out the refueling schedule over decades The new designs do stretch out refueling schedules from 18 months to possibly 3 5 years and potentially to as long as 10 years subject to ISI testing and monitoring But longer term refueling cycles such as are commonly associated with so called battery reactors are currently left to the future The following is a list of SMRs being researched and or developed in the United States Water cooled reactors with small coated particle fuel without on site refueling AFPR PNNL Sodium cooled small reactor with extended fuel cycles 4S Westinghouse Toshiba PRISM GE ARC ARC Lead or lead bismuth cooled small reactors with extended fuel cycles HPM Hyperion LFR SSTAR and its variations such as STAR LM STAR H2 and SSTAR ANL LLNL and LANL ENHS UC Berkeley Gas cooled thermal neutron spectrum reactor MHR GA PBMR Westinghouse ANTARES AREVA U S Gas cooled fast neutron spectrum reactor with extended fuel cycle EM2 GA Salt cooled small reactor with pebble bed fuel PB AHTR UC Berkeley SmAHTR ORNL Looking Past Gen III and Gen III Nuclear scientists have left implementation of the Gen III and SMR designs to the engineers believing them to be within the current state of the art and have instead focused on nuclear alternatives commonly called Gen IV that still require considerable fundamental research Conceptually Gen IV reactors have all of the features of Gen III units as well as the ability when operating at high temperature to support economical hydrogen production thermal energy off taking and perhaps even water desalination In addition these designs include advanced actinide management 24 Gen IV reactors include High temperature water gas and liquid salt based pebble bed thermal and epithermal reactors Liquid metal cooled reactors and other reactors with more advanced cooling One such design is the Power Reactor Innovative Small Module PRISM a compact modular pool type reactor developed by GE Hitachi with passive cooling for decay heat removal Traveling wave reactors that convert fertile material into fissile fuel as they operate using the process of nuclear transmutation being developed by TerraPower This type of reactor is also based on a liquid metal primary cooling system It is also being designed with passive safety features for decay heat removal and has as a major design goal minimization of life cycle fuel costs by both substantially increasing the burnup percentage and internally breeding depleted uranium Hyperion Power Module 25 MW module According to Hyperion uranium nitride fuel would be beneficial to the physical characteristics and neutronics of the standard ceramic uranium oxide fuel in LWRs 25 Gen IV reactors are two to four decades away although some designs could be available within a decade As in the case of Gen III and Gen III designs in the United States Gen IV designs must be certified by the NRC pursuant to 10 CFR Part 52 based on updated regulations and regulatory guides The U S Department of Energy DOE Office of Nuclear Energy has taken responsibility for developing the science required for five Gen IV technologies Table 3 summarizes their characteristics and operating parameters and also provides information on two versions of the molten salt reactor which the United States is not currently researching Funding levels for each of the technology concepts reflects the DOE s assessment of the concept s technological development stage and its potential to meet national energy goals The Next Generation Nuclear Plant NGNP project is developing one example of a Gen IV reactor system the Very High Temperature Reactor which is configured to provide high temperature heat up to 950 C for a variety of co products including hydrogen production The NRC is working with DOE on a licensing approach The earliest potential date for a COL application is the middle of this decade Table 3 Characteristics and Operating Parameters of the Eight Generation IV Reactor Systems under Development Neutron Spectrum fast thermal Coolant Temperature C Pressure Fuel Fuel Cycle Size s MWe Uses Gas cooled fast reactors Fast Helium 850 High U 238 Closed on site 1 200 Electricity Hydrogen Lead cooled fast reactors Fast Lead or lead bismuth 480 800 Low U 238 Closed regional 20 180 300 1 200 600 1 000 Electricity Hydrogen Molten salt fast reactors Fast Fluoride salts 700 800 Low UF in salt Closed 1 000 Electricity Hydrogen Molten salt reactor Advanced high temperature reactors Thermal Fluoride salts 750 1 000 UO 2 particlesin prism Open 1 000 1 500 30 150 Hydrogen Sodium cooled fast reactors Fast Sodium 550 Low U 238 MOX Closed 300 1 500 1 000 2 000 300 700 Electricity Traveling wave reactors Fast Sodium 510 Low U 238 metal with U 235 igniter seed Open 400 1 500 Electricity Supercritical water cooled reactors Thermal or fast Water 510 625 Very high UO 2 Open thermal closed fast 1 000 1 500 Electricity Very high temperature gas reactors Thermal Helium 900 1 000 High UO 2 prism or pebbles Open 250 300 Electricity Hydrogen High 7 15 megapascals With some U 235 or Pu 239 Battery model with long cassette core life 15 20 years or replaceable reactor module Such plants can efficiently produce hydrogen because of their high operating temperature characteristic a characteristic that is also useful for providing process heat to for example refineries that would also utilize the hydrogen as a feedstock to upgrade the energy characteristics of the processed fossil fuels Used with permission from the World Nuclear Association Generation IV Reactors World Nuclear Association June 2010 http www world nuclear org info inf77 html In general Gen IV systems include full actinide recycling and on site fuel cycle facilities based on advanced aqueous pyrometallurgical or other dry processing options 26 Fast reactor research has been active in the United States and more active in China France India and the countries of the former Soviet Union 27 One rationale for closing the fuel cycle with fast reactors is the potentially limited supply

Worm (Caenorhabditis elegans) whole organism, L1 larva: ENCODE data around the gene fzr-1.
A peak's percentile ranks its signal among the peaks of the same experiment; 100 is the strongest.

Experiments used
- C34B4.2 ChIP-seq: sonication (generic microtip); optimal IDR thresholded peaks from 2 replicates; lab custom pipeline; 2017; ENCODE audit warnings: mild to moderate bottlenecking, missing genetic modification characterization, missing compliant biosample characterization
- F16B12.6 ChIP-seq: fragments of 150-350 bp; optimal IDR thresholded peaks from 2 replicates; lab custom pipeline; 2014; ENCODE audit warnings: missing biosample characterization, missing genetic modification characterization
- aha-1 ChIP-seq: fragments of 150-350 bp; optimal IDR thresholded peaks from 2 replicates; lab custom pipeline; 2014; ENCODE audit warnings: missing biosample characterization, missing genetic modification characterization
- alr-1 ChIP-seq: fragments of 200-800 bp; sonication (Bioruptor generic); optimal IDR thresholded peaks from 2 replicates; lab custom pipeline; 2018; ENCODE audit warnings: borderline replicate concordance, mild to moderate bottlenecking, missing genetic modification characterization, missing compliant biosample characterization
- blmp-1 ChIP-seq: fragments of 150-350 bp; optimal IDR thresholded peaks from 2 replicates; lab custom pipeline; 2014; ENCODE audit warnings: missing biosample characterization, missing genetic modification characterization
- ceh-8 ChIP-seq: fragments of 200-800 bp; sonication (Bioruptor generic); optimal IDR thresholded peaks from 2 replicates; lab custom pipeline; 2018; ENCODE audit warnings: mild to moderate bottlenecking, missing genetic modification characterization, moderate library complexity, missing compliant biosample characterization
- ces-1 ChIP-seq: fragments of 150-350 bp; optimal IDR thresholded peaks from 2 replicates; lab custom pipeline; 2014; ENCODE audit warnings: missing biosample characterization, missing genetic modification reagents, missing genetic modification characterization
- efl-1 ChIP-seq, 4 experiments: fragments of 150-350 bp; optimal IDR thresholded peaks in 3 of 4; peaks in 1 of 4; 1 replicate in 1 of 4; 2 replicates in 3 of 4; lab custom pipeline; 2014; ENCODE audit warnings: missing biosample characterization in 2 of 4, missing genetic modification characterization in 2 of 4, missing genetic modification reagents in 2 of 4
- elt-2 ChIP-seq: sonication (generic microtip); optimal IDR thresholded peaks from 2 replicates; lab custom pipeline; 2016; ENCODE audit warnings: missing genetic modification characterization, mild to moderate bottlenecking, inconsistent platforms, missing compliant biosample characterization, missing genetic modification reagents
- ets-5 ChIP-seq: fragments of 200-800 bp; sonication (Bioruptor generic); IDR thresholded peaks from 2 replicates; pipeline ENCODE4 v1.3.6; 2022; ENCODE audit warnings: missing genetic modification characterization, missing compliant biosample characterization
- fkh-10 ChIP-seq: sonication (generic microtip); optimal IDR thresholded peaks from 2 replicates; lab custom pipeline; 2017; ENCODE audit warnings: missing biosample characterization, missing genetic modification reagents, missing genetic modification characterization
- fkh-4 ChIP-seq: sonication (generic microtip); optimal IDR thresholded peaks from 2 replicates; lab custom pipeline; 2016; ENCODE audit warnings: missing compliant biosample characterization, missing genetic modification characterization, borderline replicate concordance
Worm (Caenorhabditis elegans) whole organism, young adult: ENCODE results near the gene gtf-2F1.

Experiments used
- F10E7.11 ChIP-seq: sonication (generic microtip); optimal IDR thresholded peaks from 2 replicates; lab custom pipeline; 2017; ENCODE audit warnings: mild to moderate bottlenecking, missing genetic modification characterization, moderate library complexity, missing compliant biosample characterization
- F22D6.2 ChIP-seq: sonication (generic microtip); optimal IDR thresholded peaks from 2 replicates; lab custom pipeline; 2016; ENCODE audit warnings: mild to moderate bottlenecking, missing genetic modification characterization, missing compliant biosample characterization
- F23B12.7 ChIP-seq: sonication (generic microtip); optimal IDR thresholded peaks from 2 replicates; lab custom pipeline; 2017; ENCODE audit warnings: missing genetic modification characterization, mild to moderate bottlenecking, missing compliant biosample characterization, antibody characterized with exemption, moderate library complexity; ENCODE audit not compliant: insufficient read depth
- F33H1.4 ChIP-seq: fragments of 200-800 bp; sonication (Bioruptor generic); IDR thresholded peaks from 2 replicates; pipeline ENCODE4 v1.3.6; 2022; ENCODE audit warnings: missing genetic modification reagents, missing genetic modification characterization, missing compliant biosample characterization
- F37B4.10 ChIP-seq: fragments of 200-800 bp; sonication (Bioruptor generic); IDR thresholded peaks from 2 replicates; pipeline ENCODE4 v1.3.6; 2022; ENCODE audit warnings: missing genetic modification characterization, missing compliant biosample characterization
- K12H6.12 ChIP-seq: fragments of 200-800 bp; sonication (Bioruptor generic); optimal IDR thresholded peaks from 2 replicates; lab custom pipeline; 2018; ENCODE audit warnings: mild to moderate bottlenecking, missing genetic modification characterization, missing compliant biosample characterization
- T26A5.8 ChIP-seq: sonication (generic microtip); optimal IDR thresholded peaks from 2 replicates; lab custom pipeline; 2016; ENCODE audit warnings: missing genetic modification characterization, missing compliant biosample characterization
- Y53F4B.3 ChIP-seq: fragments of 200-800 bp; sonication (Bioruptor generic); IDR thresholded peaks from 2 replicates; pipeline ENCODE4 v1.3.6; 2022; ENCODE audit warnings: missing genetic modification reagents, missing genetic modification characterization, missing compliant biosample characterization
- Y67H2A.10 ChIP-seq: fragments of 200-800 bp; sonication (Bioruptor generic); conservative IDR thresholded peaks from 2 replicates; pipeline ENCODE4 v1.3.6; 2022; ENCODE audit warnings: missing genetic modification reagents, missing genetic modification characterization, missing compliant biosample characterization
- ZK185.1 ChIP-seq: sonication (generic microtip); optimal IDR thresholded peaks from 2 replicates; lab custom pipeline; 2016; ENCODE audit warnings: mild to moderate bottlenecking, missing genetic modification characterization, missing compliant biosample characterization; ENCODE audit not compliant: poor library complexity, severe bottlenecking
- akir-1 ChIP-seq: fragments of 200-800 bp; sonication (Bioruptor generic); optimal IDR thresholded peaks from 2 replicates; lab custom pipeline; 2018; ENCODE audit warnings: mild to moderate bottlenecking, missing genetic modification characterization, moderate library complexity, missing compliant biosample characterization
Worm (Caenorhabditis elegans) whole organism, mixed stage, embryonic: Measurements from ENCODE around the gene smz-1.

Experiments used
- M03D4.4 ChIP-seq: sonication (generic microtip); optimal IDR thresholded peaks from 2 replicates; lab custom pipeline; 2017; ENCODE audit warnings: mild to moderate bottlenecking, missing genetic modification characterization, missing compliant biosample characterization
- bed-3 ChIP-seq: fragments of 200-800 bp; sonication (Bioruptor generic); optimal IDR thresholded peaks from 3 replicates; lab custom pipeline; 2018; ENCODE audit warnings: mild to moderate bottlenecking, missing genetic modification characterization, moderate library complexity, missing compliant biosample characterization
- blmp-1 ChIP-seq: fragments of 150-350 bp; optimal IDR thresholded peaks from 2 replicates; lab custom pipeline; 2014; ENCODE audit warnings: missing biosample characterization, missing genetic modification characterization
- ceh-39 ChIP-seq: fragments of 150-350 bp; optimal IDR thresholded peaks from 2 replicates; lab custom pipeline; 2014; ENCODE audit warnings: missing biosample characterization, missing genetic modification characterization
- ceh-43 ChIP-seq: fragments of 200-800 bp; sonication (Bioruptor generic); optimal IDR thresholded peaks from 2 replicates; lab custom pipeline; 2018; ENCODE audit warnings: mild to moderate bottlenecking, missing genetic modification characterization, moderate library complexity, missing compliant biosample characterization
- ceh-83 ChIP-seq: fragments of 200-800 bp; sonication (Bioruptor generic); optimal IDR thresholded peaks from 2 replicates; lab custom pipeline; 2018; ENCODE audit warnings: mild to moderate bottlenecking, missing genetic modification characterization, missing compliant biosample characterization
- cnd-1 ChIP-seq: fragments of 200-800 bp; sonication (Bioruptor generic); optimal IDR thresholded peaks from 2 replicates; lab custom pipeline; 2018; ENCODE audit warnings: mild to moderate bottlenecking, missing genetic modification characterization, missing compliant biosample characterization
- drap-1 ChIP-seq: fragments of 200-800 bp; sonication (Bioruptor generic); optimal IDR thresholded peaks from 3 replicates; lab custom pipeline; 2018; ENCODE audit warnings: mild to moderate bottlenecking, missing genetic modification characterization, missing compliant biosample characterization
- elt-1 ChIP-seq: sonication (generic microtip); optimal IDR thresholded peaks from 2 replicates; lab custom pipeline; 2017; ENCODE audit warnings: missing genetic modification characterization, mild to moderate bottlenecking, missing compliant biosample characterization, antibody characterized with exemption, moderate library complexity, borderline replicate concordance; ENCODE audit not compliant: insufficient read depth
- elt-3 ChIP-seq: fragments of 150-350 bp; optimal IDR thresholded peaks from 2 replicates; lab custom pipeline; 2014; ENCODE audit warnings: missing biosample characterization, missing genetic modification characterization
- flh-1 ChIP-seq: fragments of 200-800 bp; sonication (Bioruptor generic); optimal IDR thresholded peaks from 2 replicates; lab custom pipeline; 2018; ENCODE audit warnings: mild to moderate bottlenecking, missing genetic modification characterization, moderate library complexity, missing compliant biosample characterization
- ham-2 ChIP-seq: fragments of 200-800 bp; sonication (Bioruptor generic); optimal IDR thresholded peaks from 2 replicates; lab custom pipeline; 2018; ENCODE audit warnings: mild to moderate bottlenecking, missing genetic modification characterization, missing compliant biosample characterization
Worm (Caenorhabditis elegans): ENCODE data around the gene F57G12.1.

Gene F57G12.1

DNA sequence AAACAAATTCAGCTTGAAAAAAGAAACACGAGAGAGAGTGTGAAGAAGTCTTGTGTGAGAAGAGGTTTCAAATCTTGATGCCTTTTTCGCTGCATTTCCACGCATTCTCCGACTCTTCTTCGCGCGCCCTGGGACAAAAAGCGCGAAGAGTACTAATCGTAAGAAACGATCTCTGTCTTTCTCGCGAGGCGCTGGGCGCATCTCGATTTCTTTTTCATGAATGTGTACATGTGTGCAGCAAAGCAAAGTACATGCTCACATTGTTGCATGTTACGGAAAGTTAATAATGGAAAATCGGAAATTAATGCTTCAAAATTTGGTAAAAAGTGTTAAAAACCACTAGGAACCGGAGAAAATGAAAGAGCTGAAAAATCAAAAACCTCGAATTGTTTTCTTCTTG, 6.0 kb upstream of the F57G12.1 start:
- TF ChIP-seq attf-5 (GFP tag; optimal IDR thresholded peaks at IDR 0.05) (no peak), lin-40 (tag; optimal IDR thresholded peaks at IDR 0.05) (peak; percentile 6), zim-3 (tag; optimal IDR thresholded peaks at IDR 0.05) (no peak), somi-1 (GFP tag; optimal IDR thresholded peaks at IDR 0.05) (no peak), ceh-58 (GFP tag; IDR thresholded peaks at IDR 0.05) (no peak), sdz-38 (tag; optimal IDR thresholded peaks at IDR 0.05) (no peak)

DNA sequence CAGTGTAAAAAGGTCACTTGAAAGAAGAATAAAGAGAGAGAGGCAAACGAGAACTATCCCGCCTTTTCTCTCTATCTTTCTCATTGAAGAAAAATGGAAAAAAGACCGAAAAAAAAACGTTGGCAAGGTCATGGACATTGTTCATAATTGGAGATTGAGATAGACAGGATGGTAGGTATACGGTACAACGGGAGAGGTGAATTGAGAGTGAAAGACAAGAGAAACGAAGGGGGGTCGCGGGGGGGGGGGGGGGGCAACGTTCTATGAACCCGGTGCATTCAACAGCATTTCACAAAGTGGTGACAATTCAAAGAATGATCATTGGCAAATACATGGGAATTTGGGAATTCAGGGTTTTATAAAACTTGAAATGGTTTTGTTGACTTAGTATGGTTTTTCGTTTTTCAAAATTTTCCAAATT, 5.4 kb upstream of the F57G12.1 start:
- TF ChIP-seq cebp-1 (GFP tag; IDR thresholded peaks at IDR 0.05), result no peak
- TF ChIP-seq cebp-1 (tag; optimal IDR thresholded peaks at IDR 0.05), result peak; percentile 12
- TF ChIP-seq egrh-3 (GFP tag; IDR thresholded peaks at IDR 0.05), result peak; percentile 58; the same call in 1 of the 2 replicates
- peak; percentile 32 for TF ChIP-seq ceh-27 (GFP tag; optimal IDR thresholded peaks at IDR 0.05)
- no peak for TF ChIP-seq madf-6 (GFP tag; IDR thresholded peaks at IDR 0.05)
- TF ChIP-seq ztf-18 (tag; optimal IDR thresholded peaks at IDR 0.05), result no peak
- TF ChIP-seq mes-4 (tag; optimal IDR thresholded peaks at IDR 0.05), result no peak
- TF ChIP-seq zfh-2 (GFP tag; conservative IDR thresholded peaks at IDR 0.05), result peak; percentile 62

Original URL path: https://www.amacad.org/content/publications/pubContent.aspx?d=1039 (2016-02-13)
    Open archived version from archive

  • The Future - American Academy of Arts & Sciences